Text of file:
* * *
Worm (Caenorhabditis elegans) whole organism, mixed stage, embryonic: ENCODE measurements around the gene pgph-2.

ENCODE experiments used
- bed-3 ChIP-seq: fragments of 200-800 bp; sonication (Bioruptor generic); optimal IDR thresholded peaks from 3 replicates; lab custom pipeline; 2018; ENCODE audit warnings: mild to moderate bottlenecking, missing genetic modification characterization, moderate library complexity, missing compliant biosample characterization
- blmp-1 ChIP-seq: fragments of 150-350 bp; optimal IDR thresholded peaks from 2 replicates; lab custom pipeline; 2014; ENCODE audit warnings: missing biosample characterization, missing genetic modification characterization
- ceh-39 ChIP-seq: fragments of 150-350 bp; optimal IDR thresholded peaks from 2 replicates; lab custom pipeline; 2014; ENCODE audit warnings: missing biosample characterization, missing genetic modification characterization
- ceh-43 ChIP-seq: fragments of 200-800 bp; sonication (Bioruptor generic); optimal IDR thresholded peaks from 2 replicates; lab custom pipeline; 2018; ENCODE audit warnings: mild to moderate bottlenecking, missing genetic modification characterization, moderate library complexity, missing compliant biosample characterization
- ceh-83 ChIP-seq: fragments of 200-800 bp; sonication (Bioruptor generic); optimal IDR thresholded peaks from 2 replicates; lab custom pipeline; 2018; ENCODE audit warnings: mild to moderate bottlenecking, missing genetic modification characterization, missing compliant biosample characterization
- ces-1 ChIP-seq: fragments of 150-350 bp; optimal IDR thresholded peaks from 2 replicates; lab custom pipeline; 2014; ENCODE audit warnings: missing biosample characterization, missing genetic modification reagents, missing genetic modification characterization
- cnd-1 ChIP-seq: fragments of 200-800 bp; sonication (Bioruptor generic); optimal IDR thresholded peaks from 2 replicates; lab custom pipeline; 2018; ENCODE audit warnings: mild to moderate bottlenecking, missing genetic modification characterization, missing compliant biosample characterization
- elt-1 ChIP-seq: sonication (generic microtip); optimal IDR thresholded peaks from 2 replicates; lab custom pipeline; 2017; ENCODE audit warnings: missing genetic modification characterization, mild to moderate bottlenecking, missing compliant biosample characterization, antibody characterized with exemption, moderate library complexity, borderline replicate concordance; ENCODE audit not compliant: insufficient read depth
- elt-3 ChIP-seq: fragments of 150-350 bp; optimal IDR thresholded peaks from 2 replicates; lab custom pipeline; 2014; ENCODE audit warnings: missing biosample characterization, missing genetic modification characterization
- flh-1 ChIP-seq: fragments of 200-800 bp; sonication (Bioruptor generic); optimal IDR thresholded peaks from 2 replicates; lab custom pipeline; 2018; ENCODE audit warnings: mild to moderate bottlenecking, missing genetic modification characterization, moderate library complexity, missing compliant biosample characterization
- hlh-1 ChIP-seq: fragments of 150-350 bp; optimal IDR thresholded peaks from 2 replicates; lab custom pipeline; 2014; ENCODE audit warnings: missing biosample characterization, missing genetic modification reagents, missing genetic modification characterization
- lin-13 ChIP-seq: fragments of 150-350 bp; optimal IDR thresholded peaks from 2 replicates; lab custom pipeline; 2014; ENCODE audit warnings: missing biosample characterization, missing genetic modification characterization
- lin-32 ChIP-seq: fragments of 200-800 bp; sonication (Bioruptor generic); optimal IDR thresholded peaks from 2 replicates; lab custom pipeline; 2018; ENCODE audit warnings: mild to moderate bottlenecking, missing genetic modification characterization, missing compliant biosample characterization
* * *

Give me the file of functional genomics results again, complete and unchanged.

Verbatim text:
Worm (Caenorhabditis elegans) whole organism, mixed stage, embryonic: ENCODE measurements around the gene pgph-2.

ENCODE experiments used
- bed-3 ChIP-seq: fragments of 200-800 bp; sonication (Bioruptor generic); optimal IDR thresholded peaks from 3 replicates; lab custom pipeline; 2018; ENCODE audit warnings: mild to moderate bottlenecking, missing genetic modification characterization, moderate library complexity, missing compliant biosample characterization
- blmp-1 ChIP-seq: fragments of 150-350 bp; optimal IDR thresholded peaks from 2 replicates; lab custom pipeline; 2014; ENCODE audit warnings: missing biosample characterization, missing genetic modification characterization
- ceh-39 ChIP-seq: fragments of 150-350 bp; optimal IDR thresholded peaks from 2 replicates; lab custom pipeline; 2014; ENCODE audit warnings: missing biosample characterization, missing genetic modification characterization
- ceh-43 ChIP-seq: fragments of 200-800 bp; sonication (Bioruptor generic); optimal IDR thresholded peaks from 2 replicates; lab custom pipeline; 2018; ENCODE audit warnings: mild to moderate bottlenecking, missing genetic modification characterization, moderate library complexity, missing compliant biosample characterization
- ceh-83 ChIP-seq: fragments of 200-800 bp; sonication (Bioruptor generic); optimal IDR thresholded peaks from 2 replicates; lab custom pipeline; 2018; ENCODE audit warnings: mild to moderate bottlenecking, missing genetic modification characterization, missing compliant biosample characterization
- ces-1 ChIP-seq: fragments of 150-350 bp; optimal IDR thresholded peaks from 2 replicates; lab custom pipeline; 2014; ENCODE audit warnings: missing biosample characterization, missing genetic modification reagents, missing genetic modification characterization
- cnd-1 ChIP-seq: fragments of 200-800 bp; sonication (Bioruptor generic); optimal IDR thresholded peaks from 2 replicates; lab custom pipeline; 2018; ENCODE audit warnings: mild to moderate bottlenecking, missing genetic modification characterization, missing compliant biosample characterization
- elt-1 ChIP-seq: sonication (generic microtip); optimal IDR thresholded peaks from 2 replicates; lab custom pipeline; 2017; ENCODE audit warnings: missing genetic modification characterization, mild to moderate bottlenecking, missing compliant biosample characterization, antibody characterized with exemption, moderate library complexity, borderline replicate concordance; ENCODE audit not compliant: insufficient read depth
- elt-3 ChIP-seq: fragments of 150-350 bp; optimal IDR thresholded peaks from 2 replicates; lab custom pipeline; 2014; ENCODE audit warnings: missing biosample characterization, missing genetic modification characterization
- flh-1 ChIP-seq: fragments of 200-800 bp; sonication (Bioruptor generic); optimal IDR thresholded peaks from 2 replicates; lab custom pipeline; 2018; ENCODE audit warnings: mild to moderate bottlenecking, missing genetic modification characterization, moderate library complexity, missing compliant biosample characterization
- hlh-1 ChIP-seq: fragments of 150-350 bp; optimal IDR thresholded peaks from 2 replicates; lab custom pipeline; 2014; ENCODE audit warnings: missing biosample characterization, missing genetic modification reagents, missing genetic modification characterization
- lin-13 ChIP-seq: fragments of 150-350 bp; optimal IDR thresholded peaks from 2 replicates; lab custom pipeline; 2014; ENCODE audit warnings: missing biosample characterization, missing genetic modification characterization
- lin-32 ChIP-seq: fragments of 200-800 bp; sonication (Bioruptor generic); optimal IDR thresholded peaks from 2 replicates; lab custom pipeline; 2018; ENCODE audit warnings: mild to moderate bottlenecking, missing genetic modification characterization, missing compliant biosample characterization